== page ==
Archive for February, 2009

Off-pricers: Happy days are here to stay?

Off-pricers like TJMaxx, Ross Stores and others are benefiting from some key trends right now:

1. Value-oriented retailers in general are gaining share at the expense of higher-priced stores. The best examples right now are Walmart and the dollar stores, but the trend is also leaving more aspirational luxury retailers behind.

2. Off-price stores stand to gain when department stores find themselves with a glut of inventory and open orders they can’t use. This product needs to go somewhere, so the vendor community finds off-pricers a more viable option than in the past.

3. Many national chains (Macy’s, Target, JCPenney as examples) are devoting more open-to-buy and floor space to exclusive and private labels. National brands are being squeezed out and their own outlet stores can only absorb so many goods.

Do these short-term changes represent long-term shopping behavior changes? Not necessarily: At some point both retailers and vendors will learn to ratchet down their inventory levels (if they haven’t done so already) in response to slow demand, making access to product more difficult for off-pricers. And the off-price stores themselves need to make sure they are differentiating from each other — otherwise you can foresee a wave of contraction and consolidation in this segment just as in so many other areas of retailing.

In-store signage: “Silent salesperson” or visual clutter?

In-store media should have a role in “selling more stuff,” which is the ultimate goal of every retailer. But in-store media also need to be consistent with the retailer’s brand image and marketing objectives. Simply adding more clutter to a store that may already be overloaded with visual cues may be counterproductive, and may lead the customer to decide that the merchandise content itself is just a “bunch of stuff.” So whether you are talking about digital signage, paper signage, POP displays, fixtures with vendor logos, or other types of in-store media, consistency is the key to a successful strategy.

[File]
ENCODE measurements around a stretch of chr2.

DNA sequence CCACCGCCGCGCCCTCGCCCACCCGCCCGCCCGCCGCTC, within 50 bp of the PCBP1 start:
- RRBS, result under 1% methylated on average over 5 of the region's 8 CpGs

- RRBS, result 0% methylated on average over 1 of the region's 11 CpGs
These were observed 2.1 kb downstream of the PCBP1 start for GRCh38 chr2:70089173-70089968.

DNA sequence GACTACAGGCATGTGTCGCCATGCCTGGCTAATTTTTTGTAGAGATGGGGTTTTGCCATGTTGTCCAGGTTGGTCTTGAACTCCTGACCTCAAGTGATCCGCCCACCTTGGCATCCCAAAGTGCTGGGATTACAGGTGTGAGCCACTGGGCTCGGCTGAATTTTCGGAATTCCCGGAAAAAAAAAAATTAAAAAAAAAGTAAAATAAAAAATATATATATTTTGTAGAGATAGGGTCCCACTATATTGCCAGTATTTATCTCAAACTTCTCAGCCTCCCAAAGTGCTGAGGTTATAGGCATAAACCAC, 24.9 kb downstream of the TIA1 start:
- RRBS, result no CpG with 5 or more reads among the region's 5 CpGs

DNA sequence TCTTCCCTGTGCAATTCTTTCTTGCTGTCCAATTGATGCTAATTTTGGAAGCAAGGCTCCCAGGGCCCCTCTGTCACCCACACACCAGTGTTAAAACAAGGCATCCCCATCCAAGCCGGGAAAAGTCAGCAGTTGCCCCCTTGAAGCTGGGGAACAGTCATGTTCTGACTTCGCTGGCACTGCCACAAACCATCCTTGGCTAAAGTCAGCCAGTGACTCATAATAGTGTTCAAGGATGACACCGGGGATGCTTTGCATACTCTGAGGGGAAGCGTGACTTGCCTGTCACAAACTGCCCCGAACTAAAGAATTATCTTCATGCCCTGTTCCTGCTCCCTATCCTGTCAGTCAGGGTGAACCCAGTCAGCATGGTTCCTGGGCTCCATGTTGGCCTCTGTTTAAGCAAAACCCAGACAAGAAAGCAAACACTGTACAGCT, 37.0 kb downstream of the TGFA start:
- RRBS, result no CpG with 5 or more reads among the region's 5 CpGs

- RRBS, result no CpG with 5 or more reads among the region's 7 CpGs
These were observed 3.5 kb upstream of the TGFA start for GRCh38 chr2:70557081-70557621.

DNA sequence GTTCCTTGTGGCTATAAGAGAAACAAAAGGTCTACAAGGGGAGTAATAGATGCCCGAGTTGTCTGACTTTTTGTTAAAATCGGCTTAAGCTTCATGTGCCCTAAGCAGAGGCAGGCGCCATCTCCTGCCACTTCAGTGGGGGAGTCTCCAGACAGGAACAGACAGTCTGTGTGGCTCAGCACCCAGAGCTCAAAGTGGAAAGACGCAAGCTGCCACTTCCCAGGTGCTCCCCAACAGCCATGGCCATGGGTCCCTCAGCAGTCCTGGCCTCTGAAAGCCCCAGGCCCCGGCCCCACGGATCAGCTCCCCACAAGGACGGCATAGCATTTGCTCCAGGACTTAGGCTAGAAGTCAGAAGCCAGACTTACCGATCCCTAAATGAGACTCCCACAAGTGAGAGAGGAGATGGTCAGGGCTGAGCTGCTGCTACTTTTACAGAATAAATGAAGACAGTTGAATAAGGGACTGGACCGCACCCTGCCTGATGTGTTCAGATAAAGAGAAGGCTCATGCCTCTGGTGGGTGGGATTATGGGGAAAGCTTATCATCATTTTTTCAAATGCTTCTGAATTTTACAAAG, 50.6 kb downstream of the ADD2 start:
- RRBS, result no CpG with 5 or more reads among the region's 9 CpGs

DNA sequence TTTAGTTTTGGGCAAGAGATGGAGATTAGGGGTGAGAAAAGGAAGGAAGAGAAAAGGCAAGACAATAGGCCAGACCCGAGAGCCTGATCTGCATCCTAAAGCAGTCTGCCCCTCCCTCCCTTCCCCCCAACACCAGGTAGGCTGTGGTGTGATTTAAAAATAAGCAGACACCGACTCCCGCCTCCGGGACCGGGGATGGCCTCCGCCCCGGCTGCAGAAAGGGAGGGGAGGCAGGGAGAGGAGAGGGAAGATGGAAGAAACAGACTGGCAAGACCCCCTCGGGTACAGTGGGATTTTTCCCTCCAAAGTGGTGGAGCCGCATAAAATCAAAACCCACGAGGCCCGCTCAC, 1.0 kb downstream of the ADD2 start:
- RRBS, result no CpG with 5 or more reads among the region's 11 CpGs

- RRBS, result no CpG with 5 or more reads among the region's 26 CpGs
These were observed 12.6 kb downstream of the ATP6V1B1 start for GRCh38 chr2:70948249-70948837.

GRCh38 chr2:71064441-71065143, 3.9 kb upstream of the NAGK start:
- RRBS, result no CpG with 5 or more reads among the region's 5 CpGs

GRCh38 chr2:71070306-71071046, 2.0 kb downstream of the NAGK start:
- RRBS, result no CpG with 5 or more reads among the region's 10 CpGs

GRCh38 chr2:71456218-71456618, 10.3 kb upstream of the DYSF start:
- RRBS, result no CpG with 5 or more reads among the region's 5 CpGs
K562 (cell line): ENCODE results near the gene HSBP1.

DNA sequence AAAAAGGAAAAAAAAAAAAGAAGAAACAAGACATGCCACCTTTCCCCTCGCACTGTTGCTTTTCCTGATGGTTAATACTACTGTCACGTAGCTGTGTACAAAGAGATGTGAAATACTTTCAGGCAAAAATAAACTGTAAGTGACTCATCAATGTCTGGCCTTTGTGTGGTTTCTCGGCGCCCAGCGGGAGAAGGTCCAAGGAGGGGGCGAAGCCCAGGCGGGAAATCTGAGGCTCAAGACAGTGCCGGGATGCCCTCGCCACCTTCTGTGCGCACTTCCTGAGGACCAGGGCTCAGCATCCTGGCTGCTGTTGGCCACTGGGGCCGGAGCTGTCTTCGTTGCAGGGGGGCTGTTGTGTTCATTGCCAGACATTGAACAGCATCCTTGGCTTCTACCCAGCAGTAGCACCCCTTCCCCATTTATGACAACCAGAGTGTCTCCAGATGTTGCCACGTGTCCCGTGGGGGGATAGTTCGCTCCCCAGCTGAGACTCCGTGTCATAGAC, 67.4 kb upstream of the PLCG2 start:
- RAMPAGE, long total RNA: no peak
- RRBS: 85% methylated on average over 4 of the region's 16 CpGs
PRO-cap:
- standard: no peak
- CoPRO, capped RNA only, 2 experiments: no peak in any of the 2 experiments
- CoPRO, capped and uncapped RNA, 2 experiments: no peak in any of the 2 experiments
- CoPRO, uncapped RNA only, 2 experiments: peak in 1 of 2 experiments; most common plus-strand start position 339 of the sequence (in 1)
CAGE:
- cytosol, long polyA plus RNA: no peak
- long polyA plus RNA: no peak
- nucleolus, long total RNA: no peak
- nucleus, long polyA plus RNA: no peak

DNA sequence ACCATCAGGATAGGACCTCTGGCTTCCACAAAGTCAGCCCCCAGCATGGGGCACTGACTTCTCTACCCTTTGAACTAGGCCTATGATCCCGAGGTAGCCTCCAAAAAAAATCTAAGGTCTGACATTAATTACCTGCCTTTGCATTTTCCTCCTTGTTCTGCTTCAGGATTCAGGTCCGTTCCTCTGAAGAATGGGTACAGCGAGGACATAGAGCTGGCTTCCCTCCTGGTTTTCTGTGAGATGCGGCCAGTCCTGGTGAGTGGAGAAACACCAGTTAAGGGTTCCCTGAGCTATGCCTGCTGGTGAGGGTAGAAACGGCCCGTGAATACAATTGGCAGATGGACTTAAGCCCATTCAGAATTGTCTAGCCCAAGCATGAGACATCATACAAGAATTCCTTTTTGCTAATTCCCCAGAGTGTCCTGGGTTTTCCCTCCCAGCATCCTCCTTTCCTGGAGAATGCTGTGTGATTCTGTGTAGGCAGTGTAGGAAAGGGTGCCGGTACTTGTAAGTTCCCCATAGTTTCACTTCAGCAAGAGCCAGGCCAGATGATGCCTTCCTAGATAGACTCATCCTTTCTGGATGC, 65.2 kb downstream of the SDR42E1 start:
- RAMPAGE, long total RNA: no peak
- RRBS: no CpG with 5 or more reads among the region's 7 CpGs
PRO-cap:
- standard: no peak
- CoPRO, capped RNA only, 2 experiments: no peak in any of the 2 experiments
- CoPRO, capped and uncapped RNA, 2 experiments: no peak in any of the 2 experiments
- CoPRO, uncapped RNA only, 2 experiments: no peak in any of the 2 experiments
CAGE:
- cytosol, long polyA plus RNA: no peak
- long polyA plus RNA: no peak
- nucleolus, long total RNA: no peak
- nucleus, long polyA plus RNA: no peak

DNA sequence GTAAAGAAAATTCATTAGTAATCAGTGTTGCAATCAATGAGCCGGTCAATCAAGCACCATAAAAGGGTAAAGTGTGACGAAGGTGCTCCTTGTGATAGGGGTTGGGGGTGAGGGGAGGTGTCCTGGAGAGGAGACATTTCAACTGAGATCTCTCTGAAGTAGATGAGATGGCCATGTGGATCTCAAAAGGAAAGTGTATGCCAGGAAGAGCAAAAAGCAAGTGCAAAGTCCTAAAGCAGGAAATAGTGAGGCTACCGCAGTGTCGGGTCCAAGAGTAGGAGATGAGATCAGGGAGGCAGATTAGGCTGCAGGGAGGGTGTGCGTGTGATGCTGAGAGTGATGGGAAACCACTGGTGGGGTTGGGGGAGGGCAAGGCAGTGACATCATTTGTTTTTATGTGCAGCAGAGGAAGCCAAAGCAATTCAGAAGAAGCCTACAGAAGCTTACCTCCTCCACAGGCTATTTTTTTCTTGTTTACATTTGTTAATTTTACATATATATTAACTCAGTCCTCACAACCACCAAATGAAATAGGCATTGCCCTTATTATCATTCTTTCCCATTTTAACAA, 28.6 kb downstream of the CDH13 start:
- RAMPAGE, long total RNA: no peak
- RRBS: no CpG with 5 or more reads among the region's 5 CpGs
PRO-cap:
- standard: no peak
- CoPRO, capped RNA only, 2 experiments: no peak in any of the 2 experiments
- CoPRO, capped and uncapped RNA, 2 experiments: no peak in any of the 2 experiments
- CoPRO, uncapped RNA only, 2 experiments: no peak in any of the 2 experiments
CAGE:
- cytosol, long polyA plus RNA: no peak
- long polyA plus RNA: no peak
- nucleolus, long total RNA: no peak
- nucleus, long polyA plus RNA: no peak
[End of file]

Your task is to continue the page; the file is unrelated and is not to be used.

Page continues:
What have luxury “discounters” done to value perceptions?

It’s going to be very hard to get the customer back in the mood to pay regular price for luxury goods, now that the gates have been opened. It’s one thing to “incentivize” your most loyal customers with occasional discounts or rewards programs; it’s another thing entirely to discount luxury goods at 70% off at the height of the season. I understand retailers’ need to drive traffic in the door (and inventory out of the door), but some of them have done long-term damage to the credibility of so-called “regular” prices. The damage done to the relationships between luxury retailers and their vendors (who are being asked in many cases to pick up the tab) could be even more damaging. It’s understandable that the luxury customer is going to ask why she was overpaying all these years in the first place.

McDonald’s: Management empathy or tasty fries?

On the recent Retail Wire¬†discussion that McDonald’s turnaround is due to its “empathetic” CEO:

I’m not buying the premise that “empathy” is the driving force behind McDonald’s resurgence, without minimizing its merits. CEO James Skinner and his two immediate predecessors¬† (both of whom died prematurely) recognized several strategic missteps made before them and took steps to correct them: